The start and finish lead locations of these winding coil-groups have been described in terms of specific stator slot numbers for a specific embodiment, and the principles involved are applicable to a wide range of structures. The functioning of a specific coil-group depends only on the direction in which each coil is wound, the relative slots in which coils are located, and the current in the coils when a coil-group is pulsed by the controls. Therefore, for each coil-group in this kind of winding, there are optional slot locations for the start and finish conductors. FIG. 5 shows the options for the displaced circuits of phase two for the specific illustrated embodiment. These options may be used in a Unipulse motor and control system design to locate winding terminal wires conveniently close to their electronic power switch locations on a control circuit board associated with that motor and mounted in its housing.
The control of the motor operation now will be described with reference to FIGS. 6 to 21. The basic electronic circuit which is used is a power multivibrator switched between stable states by counter-EMF (CEMF), or back-EMF, in the motor windings, as that CEMF changes in polarity as a result of movement of the alternate north and south permanent magnet rotor poles past the stationary motor windings. A one-phase circuit for a split-phase winding is shown in FIG. 6. The switching elements of the multivibrator circuit are discussed in more detail below with respect to FIG. 13. Winding A corresponds to the "basic circuit" phase one motor winding described above, while winding C then is the "displaced circuit" phase one motor winding. Electronic switches, SWA and SWC are interconnected through the logic electronics so that as SWA closes then SWC opens, and vice versa.
The windings are depicted in FIG. 6 as a pure inductance in series with the CEMF and ohmic resistance. An alternating current CEMF is generated in the coils as the rotor moves. When the switch to a winding circuit is closed and direct current is flowing in that winding, the CEMF is hidden from the winding terminals by the applied voltage and adds to the internal IR voltage drop to equal the applied D.C. battery voltage. However, when the current in the circuit is zero, i.e. the power switch for the particular winding circuit is open, the CEMF is directly observable at the winding terminals and is employed, in accordance with one embodiment of this invention, to close its associated power switch when it changes polarity.
Ideally, windings A and C carry current with a 50% duty cycle which is half of the CEMF cycle, during which the windings can produce motor torque from the D.C. current pulse interacting with the rotor magnet polarity at that location at that time. In practice, as described in more detail below, the current duty cycle is limited to about 35 to 40%. Windings A and C are phase displaced in time to produce CEMF voltages displaced in time, as shown in FIG. 7. Control switches SWA and SWC are then actuated by the control logic to produce the winding current pulses shown, idealized, in FIG. 7 for a two-phase split phase system. As may be seen in FIG. 7, these pulses are in time anti-phase. Control of the conduction pulse length of the switches is discussed in more detail below with respect to FIG. 14.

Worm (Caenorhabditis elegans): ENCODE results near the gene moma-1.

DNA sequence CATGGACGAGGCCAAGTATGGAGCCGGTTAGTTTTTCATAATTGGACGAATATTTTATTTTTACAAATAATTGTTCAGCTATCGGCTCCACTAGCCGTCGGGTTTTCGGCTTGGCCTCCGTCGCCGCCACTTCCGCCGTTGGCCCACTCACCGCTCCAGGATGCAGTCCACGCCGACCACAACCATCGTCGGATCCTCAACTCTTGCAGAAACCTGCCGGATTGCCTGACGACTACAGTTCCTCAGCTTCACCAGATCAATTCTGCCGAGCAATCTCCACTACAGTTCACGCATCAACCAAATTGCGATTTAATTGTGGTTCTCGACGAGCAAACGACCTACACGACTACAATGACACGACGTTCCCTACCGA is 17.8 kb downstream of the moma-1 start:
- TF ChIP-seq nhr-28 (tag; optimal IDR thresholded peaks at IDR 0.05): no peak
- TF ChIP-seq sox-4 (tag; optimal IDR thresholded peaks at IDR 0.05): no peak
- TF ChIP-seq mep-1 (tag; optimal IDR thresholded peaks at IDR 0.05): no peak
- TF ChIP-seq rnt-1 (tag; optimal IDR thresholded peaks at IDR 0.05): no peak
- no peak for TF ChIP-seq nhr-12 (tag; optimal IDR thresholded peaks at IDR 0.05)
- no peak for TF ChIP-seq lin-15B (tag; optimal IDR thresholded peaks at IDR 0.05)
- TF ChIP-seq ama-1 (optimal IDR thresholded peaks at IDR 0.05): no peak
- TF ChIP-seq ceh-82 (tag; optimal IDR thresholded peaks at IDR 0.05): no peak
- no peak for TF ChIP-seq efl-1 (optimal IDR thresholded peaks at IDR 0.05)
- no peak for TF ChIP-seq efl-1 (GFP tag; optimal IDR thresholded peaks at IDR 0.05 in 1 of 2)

The pulsing pattern just described produces a more or less continuous torque from each phase group of windings. A Unipulse motor employing split phase windings thus develops a relatively smooth torque output with a few phases only being necessary. The specific embodiment of a two-phase system has a smooth torque output and may be used to realize the Unipulse system objective of simple and low-cost controls, while at the same time providing superior motor performance.
The two-phase control system consists of two of the basic circuits described above with respect to FIG. 6 and as shown in FIG. 8. Each phase group is displaced from the other by 90 electrical degrees, the appropriate displacement for a two-phase system. Thus, the designations A1 and C1 refer to the phase one windings and A2 and C2 refer to the phase two windings. This phase displacement is produced by the relative positions of the windings in the motor slots and reflects to the controls in CEMF voltages.
Referring to FIG. 8, using winding A1 as the starting point of a two-phase pulse cycle, switch SWA1 (phase one circuit) closes at 0 degrees electrical. Later, at 90 degrees electrical switch SWA2 (phase two circuit) closes while switch SWC2 opens. At 180 degrees electrical, SWA1 opens and SWC1 closes. At 270 degrees electrical, SWA2 opens and SWC2 closes. At 360 degrees electrical, SWC1 opens and SWA1 closes, to begin the next cycle. In this system, as one switch of one phase opens there is another switch of the same phase which closes. As can be seen from this description, in each phase the basic and displaced windings are sequentially pulsed for 180° of electrical displacement, while the two phases are offset by 90° electrical from each other and hence overlap, as may be seen from the current pulse illustration of FIG. 7.